Weak Business Investment, Lower Neutral Rate Impacting Each Other
Describing business investment as “soft” has become a fixture of Federal Reserve statements for over a year now. A long period of reduced capital spending decreases economic potential and depresses interest rates, which hurts savers and encourages potentially excessive risk taking.
The Fed held its key rate unchanged at 0.25 to 0.50 percent on Wednesday, Sept. 21. While the U.S. central bank is pleased with the economy’s progress and Fed chair Janet Yellen said the case for a rate hike strengthened, the estimate of the Fed’s key rate in the longer run—the neutral rate—fell.
The neutral rate is something of a theoretical concept. It represents the equilibrium interest rate (without need for add-ons to compensate for various risks) that exists in a “perfect” economy—one that is operating at its full potential without needing a boost or a cooling off from monetary policy.
The Fed’s Sept. 21 economic projections showed that its estimate of the neutral rate came down to 2.875 percent.
BMO senior economist Michael Gregory points out that the first time the Fed published its neutral rate estimate, in January 2012, it was 4.25 percent. In just under five years, that rate has been cut by nearly 1.5 percent.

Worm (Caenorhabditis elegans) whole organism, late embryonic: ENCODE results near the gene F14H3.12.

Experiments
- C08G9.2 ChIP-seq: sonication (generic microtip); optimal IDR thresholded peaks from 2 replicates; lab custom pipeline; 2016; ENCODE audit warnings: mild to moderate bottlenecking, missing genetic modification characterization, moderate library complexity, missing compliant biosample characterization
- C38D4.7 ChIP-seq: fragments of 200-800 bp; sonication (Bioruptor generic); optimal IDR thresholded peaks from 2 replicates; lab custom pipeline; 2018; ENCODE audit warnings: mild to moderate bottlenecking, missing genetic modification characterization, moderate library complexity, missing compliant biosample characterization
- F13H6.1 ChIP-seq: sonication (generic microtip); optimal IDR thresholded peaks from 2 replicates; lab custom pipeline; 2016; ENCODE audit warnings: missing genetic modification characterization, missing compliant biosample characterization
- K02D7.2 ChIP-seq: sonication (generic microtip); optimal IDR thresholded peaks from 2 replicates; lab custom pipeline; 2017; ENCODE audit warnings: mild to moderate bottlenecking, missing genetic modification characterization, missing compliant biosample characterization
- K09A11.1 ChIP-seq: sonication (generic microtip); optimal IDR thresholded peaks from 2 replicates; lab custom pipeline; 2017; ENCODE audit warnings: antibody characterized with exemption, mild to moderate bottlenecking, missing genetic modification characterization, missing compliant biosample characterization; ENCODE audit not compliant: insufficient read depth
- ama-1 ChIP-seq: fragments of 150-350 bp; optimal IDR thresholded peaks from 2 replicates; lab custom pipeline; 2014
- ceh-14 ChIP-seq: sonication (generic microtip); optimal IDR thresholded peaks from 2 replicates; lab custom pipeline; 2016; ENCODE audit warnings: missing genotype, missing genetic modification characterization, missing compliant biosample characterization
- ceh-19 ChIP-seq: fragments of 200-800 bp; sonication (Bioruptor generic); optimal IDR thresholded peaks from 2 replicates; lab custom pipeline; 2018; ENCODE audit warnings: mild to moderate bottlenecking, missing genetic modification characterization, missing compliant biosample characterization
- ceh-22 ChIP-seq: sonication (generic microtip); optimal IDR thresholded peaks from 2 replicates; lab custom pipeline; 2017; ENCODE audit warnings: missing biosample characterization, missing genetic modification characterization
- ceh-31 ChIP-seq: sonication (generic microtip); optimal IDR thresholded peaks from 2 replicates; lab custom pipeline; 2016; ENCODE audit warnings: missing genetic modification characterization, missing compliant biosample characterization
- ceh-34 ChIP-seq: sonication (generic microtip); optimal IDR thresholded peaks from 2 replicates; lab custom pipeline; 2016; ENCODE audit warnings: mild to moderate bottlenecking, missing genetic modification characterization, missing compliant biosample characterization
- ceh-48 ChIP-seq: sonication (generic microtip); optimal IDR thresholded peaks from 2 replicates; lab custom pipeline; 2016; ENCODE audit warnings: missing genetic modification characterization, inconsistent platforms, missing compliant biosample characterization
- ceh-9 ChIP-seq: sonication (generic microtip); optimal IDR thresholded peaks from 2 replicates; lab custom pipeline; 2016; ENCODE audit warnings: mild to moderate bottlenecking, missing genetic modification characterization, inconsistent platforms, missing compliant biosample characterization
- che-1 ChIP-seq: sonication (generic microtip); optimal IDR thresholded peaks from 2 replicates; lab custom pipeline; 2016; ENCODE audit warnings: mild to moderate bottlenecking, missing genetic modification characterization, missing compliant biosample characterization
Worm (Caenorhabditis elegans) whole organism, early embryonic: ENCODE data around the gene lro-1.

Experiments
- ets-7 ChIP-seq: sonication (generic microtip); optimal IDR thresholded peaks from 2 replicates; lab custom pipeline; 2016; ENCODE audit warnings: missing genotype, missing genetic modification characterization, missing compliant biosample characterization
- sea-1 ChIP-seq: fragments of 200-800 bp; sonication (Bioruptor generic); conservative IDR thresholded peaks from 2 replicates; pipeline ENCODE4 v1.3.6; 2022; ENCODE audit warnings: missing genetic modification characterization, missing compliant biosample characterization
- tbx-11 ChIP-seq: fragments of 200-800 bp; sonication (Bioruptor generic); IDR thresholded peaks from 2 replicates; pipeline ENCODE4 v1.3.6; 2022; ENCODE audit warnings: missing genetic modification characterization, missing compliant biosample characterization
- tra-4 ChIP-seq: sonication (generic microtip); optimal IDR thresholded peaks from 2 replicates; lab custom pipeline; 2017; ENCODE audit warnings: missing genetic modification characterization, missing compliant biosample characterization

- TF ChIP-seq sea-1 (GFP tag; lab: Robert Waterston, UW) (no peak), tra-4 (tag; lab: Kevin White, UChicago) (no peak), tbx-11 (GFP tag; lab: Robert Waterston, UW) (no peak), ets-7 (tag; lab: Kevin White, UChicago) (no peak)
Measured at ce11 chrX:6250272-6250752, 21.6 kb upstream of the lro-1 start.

Yellen noted that the neutral rate is “quite low by historical standards” in her press conference.
Neutral Rate and Business Investment Linked
Business investment includes nonresidential construction, machinery, but also software and intellectual property. It’s a critical input to an economy’s growth potential. With more capital spending per worker, a worker is more productive.
Yellen didn’t elaborate on the decline in U.S. business investment other than saying it is broad-based and not limited to the energy sector, which has seen drilling activity slow down since the sharp drop in oil prices. But in recent speeches, Bank of Canada officials discussed the connection between slumping business investment and the neutral rate and the problems that causes.
“In a lower-growth environment, businesses invest less and therefore have lower financing needs. This drives down the neutral rate, since a lower level of interest rates is required to equate savings with investment,” said Bank of Canada Senior Deputy Governor Carolyn Wilkins in London, England on Sept. 14.
The BoC estimates the neutral rate in Canada to be 1.25 percent now, which is down from about 3 percent in the early 2000s.
One adverse effect of low interest rates is that it encourages households to take on additional debt such. Canadian households are among the most indebted in the world, owing about $1.65 for ever dollar of disposable income.
“Asset and pension fund managers also face increased incentives to take on more risk with a lower neutral rate,” Wilkins said.
Lower neutral rates pressure banks’ business models as net interest margins—the difference between the interest earned on loans made and the interest paid out for funding obtained—are squeezed.